Category Archives: Sigma 20/1.8

1397 – Jungleland

Do I miss my D300? Sure. It’s faster than the D200, where preview is painfully slow. It has a bigger and better display and it has more dynamic range. All true.

And the images? They are different too, at least the JPEGs, but that’s something I don’t care about.

In the end my images get created as much in Photoshop as in the camera. Take this one. Colors were vastly different from what the D300 would have produced, and the tone curve has changed completely. In reality it makes makes no difference though. At any time I have a certain feeling of how my images should look like, and that’s what I make them look like, regardless of the camera used.

The Song of the Day is “Jungleland” from Bruce Springsteen’s 1975 album “Born To Run”. YouTube has a fine 1978 live version, ripped from an old B&W video tape that has been played much too often, complete with thin, hissing audio, but you won’t mind. Believe me, you won’t mind πŸ˜€

1396 – Bigmouth Strikes Again

These are the last images with my D300. It’s gone. I mean not really gone, not that gone, but well, gone nevertheless, at least for a week or two.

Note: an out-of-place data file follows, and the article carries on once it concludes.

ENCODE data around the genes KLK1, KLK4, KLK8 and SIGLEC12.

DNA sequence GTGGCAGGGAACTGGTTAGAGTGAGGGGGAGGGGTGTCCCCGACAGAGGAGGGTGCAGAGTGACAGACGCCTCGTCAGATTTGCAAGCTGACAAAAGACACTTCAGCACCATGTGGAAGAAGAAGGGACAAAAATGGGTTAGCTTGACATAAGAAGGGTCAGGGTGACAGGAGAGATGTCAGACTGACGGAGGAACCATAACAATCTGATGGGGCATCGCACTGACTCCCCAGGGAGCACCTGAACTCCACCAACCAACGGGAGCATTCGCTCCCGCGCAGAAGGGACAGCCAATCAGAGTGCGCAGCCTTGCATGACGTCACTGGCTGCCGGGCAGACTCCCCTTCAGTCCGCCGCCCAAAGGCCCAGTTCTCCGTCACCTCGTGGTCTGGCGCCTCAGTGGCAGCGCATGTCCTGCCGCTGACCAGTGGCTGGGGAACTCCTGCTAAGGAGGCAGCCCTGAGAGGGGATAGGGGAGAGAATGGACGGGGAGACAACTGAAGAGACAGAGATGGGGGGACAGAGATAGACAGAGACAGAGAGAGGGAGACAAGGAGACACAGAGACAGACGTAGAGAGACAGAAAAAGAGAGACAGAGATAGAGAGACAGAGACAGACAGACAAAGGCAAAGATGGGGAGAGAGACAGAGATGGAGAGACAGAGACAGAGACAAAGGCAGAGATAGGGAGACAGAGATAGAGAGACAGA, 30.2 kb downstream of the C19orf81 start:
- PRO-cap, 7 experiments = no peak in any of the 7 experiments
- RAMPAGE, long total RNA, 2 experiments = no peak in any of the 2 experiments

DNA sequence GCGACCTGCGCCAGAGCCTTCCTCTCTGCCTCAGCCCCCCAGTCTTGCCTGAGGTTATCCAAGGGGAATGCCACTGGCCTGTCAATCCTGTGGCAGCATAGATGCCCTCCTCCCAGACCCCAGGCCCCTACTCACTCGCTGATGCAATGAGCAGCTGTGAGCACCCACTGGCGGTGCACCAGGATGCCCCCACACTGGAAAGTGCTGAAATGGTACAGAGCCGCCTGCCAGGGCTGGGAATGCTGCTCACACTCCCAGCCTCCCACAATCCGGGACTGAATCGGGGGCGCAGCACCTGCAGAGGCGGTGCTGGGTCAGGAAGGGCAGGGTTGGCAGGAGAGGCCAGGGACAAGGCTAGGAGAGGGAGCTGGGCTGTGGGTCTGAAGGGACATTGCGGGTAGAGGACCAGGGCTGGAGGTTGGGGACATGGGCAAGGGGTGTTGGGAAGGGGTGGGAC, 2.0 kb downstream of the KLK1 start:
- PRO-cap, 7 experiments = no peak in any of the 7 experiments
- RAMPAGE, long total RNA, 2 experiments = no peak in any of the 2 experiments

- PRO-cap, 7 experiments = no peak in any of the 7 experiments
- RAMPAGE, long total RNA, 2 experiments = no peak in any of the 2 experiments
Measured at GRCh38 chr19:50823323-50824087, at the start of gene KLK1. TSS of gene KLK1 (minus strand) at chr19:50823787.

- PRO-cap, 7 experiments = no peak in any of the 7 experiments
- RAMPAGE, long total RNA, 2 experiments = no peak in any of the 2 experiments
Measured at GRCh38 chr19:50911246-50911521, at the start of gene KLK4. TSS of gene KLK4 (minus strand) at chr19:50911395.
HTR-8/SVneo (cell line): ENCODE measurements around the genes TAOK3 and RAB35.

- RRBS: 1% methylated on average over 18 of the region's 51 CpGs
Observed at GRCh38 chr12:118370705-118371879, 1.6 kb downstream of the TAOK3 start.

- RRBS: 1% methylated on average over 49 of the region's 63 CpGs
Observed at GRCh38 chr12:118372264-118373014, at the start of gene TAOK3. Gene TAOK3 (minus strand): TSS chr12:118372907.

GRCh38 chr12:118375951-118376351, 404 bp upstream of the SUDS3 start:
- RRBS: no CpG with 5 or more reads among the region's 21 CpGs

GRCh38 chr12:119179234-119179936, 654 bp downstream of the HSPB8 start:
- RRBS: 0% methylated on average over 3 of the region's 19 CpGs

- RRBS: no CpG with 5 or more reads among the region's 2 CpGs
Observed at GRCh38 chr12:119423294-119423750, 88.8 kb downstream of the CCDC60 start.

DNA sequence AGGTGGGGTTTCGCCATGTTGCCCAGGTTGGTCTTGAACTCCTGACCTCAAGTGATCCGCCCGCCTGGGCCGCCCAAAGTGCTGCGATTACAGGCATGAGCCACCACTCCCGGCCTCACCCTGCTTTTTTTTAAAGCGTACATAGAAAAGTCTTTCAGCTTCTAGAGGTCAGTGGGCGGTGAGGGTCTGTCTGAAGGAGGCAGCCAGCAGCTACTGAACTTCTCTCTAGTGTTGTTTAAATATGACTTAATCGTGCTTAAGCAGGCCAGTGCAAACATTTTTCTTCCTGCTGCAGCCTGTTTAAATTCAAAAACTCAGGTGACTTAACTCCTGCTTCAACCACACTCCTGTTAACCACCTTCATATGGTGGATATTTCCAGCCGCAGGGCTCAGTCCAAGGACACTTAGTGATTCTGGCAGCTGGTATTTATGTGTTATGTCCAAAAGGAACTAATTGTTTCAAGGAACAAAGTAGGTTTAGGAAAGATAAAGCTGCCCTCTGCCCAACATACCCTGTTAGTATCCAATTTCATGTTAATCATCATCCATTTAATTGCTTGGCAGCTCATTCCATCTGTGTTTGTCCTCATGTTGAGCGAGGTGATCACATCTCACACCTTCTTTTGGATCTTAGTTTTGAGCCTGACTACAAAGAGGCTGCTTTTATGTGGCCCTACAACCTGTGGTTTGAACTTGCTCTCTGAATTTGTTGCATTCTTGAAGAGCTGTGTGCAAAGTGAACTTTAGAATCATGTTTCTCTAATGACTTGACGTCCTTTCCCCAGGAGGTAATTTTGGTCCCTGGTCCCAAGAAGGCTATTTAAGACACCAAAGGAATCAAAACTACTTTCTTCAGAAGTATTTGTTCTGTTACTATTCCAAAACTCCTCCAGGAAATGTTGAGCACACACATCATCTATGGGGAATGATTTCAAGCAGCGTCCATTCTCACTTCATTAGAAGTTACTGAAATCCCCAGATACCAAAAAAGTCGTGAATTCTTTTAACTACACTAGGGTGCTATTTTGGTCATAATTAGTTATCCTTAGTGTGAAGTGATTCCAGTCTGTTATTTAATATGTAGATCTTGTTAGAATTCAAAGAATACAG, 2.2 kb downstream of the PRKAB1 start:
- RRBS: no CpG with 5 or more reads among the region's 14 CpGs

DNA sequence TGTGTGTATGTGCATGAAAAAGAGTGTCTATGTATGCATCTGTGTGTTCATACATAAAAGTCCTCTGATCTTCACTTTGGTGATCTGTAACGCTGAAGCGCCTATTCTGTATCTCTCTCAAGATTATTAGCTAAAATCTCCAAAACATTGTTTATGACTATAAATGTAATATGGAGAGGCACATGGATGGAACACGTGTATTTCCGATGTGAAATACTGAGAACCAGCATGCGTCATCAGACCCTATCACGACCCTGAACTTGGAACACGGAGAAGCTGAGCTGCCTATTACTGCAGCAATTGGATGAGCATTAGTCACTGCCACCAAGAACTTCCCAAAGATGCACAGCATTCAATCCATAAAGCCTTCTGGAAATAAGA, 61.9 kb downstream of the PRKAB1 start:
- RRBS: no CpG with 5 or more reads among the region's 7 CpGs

Remember that cursed Tamron 17-50/2.8, this sweet lens that works so well, at least as long as it works? Remember that I sent it in for service, because it increasingly often failed to stop down upon exposure, resulting in terribly overexposed images? Well, the Tamron service insists on having the body to match the lens to.

It’s a tad stupid, because if I upgrade to a D400 in a year, I simply expect my lenses to work.

Anyway, that’s how it is, today I sent the D300 in, and for the next one or two weeks I will be using my old D200.

The Song of the Day is one of the biggest hits of The Smiths, “Bigmouth Strikes Again“, originally from their album “The World Won’t Listen”, but as that is not available as digital downloads, and as “The Sound Of The Smiths” contains pretty much everything from that album plus much more, I am going to recommend the collection. YouTube has many live versions as well, but here is the original.

1304 – Pink Noise Waltz II

As promised, here’s more about Topaz Denoise 4, the new version of the noise reduction plugin, that Topaz claims gives you four additional stops. Again I compare to Noise Ninja, but now I not only use auto-profiling, now I use camera noise profiles as well.

Paul Butzi’s comment to yesterday’s post caused me to download and install Noise Ninja noise profiles for the D200 and the D300. Of course I have tried them before, at least for the D200, and all I could remember, was that I had not been overly impressed. Now I know why.